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By Jan TenBruggencate

(SEE: http://imina.soest.hawaii.edu/SEAGRANT/marine_ornamentals99/)

HONOLULU, Hawai‘i (November 16, 1999 – The Honolulu Advertiser)---An international interest in saltwater aquariums has inadvertently harmed many tropical reefs around the world, and increased concern about their future.

Experts hope that better controls on the collecting of coral reef life and advances in raising corals, fishes and other reef life in captivity may turn the tide.

A Marine Ornamental Conference, scheduled today through Friday at the Hilton Waikoloa Village hotel on the Big Island, will review the status and future of the reef species that are sought for the aquarium trade.

"I don’t think it’s been absolutely proven that harvesting corals and net collecting of fish is unsustainable," although aggressive collecting can deplete or even remove species from limited areas, said Bruce Carlson, director of the Waikiki Aquarium.

More than 200 collectors, biologists, regulators, aquaculture farmers, environmentalists and others from around the world are registered for the conference, and will hear discussions of the major issues in the saltwater aquarium trade.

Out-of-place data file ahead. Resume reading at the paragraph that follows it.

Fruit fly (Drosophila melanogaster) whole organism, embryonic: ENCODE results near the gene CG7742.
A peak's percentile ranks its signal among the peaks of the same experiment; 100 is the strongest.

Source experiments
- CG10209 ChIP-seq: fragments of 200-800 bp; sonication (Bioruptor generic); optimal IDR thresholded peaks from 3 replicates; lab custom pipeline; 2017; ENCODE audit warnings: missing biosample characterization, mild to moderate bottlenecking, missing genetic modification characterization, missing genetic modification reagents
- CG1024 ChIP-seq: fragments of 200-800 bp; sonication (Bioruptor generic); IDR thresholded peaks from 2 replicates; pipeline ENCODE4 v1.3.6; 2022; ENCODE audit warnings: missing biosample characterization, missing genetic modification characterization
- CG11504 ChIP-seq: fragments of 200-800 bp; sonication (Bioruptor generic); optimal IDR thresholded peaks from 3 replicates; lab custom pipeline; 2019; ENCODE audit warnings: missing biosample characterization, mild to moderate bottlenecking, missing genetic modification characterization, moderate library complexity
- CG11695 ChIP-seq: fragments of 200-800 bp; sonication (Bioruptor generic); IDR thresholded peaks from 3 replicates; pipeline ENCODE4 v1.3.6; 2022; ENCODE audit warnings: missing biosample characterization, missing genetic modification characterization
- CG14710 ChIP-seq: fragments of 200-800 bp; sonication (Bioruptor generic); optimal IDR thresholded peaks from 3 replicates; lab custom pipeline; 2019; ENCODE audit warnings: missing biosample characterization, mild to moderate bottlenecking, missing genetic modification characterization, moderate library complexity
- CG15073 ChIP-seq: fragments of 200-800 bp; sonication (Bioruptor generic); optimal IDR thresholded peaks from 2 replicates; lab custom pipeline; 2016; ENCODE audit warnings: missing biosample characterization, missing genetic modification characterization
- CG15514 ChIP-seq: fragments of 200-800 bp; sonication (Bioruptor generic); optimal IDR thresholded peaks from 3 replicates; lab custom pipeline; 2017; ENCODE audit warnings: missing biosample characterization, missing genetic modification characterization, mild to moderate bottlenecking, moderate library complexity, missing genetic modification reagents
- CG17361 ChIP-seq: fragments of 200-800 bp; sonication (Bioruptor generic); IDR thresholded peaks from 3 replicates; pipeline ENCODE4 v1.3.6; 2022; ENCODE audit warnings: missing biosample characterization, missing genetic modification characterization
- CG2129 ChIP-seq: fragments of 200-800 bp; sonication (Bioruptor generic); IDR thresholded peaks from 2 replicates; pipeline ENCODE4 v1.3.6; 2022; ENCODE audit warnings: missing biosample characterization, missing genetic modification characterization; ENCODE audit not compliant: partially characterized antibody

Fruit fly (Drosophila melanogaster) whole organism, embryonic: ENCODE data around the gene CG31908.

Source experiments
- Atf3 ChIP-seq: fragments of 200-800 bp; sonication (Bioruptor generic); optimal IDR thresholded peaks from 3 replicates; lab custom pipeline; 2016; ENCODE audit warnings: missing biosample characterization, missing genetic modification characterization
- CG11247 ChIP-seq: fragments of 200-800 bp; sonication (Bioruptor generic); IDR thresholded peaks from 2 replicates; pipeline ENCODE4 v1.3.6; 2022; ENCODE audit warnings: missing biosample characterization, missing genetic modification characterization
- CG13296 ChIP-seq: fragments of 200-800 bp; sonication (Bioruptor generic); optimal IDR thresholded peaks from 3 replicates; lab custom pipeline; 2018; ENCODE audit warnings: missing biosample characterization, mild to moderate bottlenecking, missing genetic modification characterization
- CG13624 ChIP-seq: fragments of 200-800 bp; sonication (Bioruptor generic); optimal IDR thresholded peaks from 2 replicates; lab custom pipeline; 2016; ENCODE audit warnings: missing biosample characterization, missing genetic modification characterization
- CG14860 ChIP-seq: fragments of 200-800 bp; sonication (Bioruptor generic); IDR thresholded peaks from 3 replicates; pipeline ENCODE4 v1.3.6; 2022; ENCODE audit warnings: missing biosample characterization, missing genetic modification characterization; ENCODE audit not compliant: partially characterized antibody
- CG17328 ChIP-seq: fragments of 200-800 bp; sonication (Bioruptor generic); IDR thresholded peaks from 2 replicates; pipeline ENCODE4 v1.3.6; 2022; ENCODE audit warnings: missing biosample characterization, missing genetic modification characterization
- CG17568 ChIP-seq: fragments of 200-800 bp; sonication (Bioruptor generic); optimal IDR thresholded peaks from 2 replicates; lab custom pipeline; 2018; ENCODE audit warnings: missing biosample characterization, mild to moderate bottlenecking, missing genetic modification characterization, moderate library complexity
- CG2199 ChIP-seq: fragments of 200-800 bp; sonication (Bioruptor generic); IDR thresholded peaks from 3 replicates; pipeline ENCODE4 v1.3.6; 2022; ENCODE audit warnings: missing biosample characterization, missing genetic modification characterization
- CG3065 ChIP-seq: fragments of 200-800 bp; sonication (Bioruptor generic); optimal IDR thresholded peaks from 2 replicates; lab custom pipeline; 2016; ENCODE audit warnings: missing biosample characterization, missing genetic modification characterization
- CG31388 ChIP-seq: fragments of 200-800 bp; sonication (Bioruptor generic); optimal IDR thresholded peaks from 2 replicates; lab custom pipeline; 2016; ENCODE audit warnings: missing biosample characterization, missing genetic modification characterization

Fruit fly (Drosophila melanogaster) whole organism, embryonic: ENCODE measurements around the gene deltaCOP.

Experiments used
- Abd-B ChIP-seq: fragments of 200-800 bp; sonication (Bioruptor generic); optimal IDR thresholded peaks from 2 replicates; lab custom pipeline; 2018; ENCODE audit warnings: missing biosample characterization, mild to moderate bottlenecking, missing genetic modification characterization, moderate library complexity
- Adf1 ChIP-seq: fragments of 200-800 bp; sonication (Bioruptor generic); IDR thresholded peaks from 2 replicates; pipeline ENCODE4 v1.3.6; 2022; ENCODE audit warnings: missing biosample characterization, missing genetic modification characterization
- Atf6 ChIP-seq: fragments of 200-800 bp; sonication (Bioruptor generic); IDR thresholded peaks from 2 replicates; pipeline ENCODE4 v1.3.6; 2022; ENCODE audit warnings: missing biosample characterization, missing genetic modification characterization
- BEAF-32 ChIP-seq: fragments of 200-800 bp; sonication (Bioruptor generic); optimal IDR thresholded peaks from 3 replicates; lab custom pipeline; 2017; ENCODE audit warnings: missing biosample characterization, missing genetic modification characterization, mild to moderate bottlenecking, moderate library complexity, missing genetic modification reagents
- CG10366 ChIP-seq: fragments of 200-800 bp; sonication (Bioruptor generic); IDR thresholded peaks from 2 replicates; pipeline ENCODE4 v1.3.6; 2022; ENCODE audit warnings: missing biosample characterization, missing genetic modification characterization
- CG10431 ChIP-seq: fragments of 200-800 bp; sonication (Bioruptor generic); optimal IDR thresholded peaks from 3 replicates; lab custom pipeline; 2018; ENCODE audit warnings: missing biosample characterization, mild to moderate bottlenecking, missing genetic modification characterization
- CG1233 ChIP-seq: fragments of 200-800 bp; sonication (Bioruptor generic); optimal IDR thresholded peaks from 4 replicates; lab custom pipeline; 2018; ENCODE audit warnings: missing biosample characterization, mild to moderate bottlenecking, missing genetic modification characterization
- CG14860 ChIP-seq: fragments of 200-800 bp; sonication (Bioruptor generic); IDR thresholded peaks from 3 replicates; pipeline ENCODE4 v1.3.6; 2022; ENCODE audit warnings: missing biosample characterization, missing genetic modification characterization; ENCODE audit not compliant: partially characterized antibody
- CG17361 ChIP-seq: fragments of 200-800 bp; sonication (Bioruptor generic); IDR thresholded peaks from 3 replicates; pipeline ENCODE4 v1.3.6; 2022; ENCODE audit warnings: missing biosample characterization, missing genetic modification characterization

These issues include using cyanide to stun fish for collection, collecting and protecting giant clams, corals and other species, advances in identifying food for saltwater species, and the establishment of marine reserves to protect reefs.

"There is certainly a lot of pressure to have greater control over the collection and sale of these species," he said.

Some airlines are discussing strict regulations or outright bans on the transport of reef species, and some nations are reviewing bans on importing them. Carlson said that in some tropical areas, the collection and sale of marine species for the saltwater aquarium trade is residents’ only source of income.

Already, pressure from aquarium hobbyists and companies has improved collecting techniques in some areas, he said.

For Hawai‘i, controls on collection could mean a business opportunity for firms that develop the techniques to breed and raise prized saltwater aquarium species in captivity.

"Hawai‘i has an excellent opportunity to be a leader in this area. We have access to tropical waters," Carlson said. But there are still many bottlenecks. For instance, researchers still don’t know what many young tropical fish eat.

"We can look out there (into near shore waters), and we know it’s there, but we don’t know what it is," he said.

The theme of the Big Island conference is "Collection, Culture and Conservation." It is sponsored by the State of Hawai‘i; the Sea Grant College programs of Hawai‘i, California, Texas, Florida, Maryland and the national Sea Grant program office; Oceanic Institute; the Center for Tropical and Subtropical Aquaculture; Ornamental Fish International; Tropical Fish Hobbyist magazine; the Marine Aquarium Council; Waikiki Aquarium; Harbor Branch Oceanographic Institute; Mangrove Tropicals in Hawai‘i; and Oceans, Reefs and Aquariums in Florida.

For additional reports from The Honolulu Advertiser, go to PACIFIC ISLANDS REPORT News/Information Links: Newspapers/Honolulu Advertiser.

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